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more. That is why there is a city deal being struck with Portsmouth

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and Southampton to unlock land that the Ministry of Defence had, so more

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business can be created in future, more homes can be built, because

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they are needed, too. We are going to try and do as much as we can. But

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I am clear, this is a difficult decision, and it is not going to be

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easy for Portsmouth. But as a government, we are going to be there

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to help Portsmouth. When your Defence Secretary said he did not

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anticipate the UK would wish to place orders for ships outside the

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UK, and it is something people in Scotland need to think about very

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carefully, was that not a threat about removing this building from

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Scotland and returning it to Portsmouth, if Scotland votes for

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independence? If not, what did it mean? I understand it is a legal

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requirement. If the ships were built in independent Scotland, the tender

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would have to be across the whole of the European Union, and the rules

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say that you can have a defence tender in your own country because

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of security and fence interests, but as soon as those ships are built

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outside, you have to offer it to all of the defence industry across the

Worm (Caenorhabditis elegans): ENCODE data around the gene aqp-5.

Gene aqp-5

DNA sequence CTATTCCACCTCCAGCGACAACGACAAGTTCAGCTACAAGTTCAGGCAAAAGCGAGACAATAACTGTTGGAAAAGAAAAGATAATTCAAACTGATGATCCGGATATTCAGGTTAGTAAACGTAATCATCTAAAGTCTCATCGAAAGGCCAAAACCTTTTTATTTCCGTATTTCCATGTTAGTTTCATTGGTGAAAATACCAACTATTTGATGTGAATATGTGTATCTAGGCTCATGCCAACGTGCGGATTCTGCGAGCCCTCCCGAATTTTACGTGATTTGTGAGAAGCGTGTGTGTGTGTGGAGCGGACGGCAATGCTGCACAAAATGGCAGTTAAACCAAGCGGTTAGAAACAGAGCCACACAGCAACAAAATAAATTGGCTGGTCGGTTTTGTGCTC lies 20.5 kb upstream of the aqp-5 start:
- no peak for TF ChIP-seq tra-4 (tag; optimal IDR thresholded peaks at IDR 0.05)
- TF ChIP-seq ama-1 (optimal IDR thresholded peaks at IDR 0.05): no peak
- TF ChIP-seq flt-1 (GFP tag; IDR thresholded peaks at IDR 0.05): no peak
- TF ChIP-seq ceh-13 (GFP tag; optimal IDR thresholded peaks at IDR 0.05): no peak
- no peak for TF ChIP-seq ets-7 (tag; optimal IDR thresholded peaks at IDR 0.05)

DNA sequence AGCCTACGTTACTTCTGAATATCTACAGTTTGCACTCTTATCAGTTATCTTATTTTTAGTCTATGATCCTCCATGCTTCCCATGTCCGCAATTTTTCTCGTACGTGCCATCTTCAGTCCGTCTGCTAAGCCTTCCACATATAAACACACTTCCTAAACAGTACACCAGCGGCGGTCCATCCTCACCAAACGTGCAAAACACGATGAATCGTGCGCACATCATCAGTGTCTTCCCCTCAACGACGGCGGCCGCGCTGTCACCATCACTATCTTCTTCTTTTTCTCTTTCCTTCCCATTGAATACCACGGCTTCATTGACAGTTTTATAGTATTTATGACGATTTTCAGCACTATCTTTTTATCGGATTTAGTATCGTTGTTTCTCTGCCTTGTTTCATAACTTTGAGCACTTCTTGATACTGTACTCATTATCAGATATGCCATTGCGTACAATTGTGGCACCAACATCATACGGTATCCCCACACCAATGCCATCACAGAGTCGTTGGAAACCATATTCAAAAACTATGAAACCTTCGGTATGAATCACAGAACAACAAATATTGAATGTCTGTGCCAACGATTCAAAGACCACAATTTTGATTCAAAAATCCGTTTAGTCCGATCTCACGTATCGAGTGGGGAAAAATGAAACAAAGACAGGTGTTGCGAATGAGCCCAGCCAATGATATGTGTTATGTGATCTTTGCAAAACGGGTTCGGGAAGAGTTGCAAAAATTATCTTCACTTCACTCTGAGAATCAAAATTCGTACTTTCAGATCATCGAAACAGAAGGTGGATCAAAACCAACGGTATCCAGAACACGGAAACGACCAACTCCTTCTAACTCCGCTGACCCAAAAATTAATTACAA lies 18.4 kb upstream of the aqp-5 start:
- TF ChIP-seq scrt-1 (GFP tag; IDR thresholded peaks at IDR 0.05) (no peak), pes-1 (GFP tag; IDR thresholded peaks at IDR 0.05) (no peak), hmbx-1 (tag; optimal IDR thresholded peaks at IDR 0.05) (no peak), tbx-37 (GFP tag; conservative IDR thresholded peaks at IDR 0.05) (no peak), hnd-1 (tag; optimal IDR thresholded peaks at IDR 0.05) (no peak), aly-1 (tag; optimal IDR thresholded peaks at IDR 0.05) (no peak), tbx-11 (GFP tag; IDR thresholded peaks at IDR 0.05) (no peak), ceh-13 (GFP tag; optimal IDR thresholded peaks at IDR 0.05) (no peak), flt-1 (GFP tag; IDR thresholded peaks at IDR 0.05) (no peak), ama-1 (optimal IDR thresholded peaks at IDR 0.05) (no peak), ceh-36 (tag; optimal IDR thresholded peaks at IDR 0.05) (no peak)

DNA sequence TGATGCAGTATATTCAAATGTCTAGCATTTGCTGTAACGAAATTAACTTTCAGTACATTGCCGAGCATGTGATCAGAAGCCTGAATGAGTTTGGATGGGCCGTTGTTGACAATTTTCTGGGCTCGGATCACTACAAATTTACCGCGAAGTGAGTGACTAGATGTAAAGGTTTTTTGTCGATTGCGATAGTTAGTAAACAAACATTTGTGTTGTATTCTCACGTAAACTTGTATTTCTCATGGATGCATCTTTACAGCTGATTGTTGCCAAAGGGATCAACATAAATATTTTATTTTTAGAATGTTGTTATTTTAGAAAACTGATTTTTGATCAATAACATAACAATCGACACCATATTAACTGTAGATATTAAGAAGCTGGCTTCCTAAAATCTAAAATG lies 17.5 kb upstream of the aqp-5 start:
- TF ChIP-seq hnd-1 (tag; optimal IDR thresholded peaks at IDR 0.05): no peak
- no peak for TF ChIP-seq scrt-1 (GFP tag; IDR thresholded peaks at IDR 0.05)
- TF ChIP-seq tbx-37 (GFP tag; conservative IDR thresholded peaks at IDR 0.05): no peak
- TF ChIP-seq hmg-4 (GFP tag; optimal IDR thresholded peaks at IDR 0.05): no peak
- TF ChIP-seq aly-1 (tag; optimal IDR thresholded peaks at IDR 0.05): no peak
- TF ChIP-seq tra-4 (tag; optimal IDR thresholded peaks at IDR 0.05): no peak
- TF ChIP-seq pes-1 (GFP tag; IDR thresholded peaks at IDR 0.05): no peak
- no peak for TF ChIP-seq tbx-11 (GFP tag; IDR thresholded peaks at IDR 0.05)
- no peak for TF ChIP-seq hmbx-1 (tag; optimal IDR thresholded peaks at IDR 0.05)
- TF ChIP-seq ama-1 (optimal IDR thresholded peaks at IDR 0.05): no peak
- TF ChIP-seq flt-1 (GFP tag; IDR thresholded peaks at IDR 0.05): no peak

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European Union. He was stating a legal fact. Paul Kenny. I think we

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need a dose of reality. In the last few days, the last week we have seen

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about 10,000 jobs go out of our economy. The jobs at Portsmouth and

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in Scotland are part of that pattern. I want to say this about

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it. You cannot turn on and off highly skilled jobs, about building

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ships, to protect them island nation. I will pick up the point

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made by the gentleman in the audience. We have decimated the

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Royal Navy. We have decimated it. We now have an entire surface fleet of

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18 ship 's. We could not fight a Cold war, let alone go around the

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world and protect interests. We could not fight an exclusion zone

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around the Isle of Wight. We have run our nation into the ground. 1000

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highly skilled jobs from Portsmouth. Another factory down the road,

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absolutely decimating this area. I listened carefully to what Ed Davey

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said and I will pick him up on it. 18 months ago, our union pleaded,

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almost begged to the government, not to give the contract for ?500

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million of ship welding work to Korea. These are ships, four ships,

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that service the Royal Navy when they are at the. Four ships, and the

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government, and the minister at the time was not you, but Philip

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Hammond, gave that contract to Korea. And all they had to do was to

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designate those ships as warlike. Put a catapult on the front. That is

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something the French might have done to protect their ship holding. Was

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it done on a money basis? They said no British company bid for those

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jobs. There were not effectively any bids from British companies because

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they were told it was going to Korea. That is the reality. If they

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had been deemed as warlike, because they service the Royal Navy, the

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truth of the matter is that that would have been work which would

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have fitted into these yards and kept the jobs here and in Scotland.

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This is not a battle between Portsmouth and Scotland because a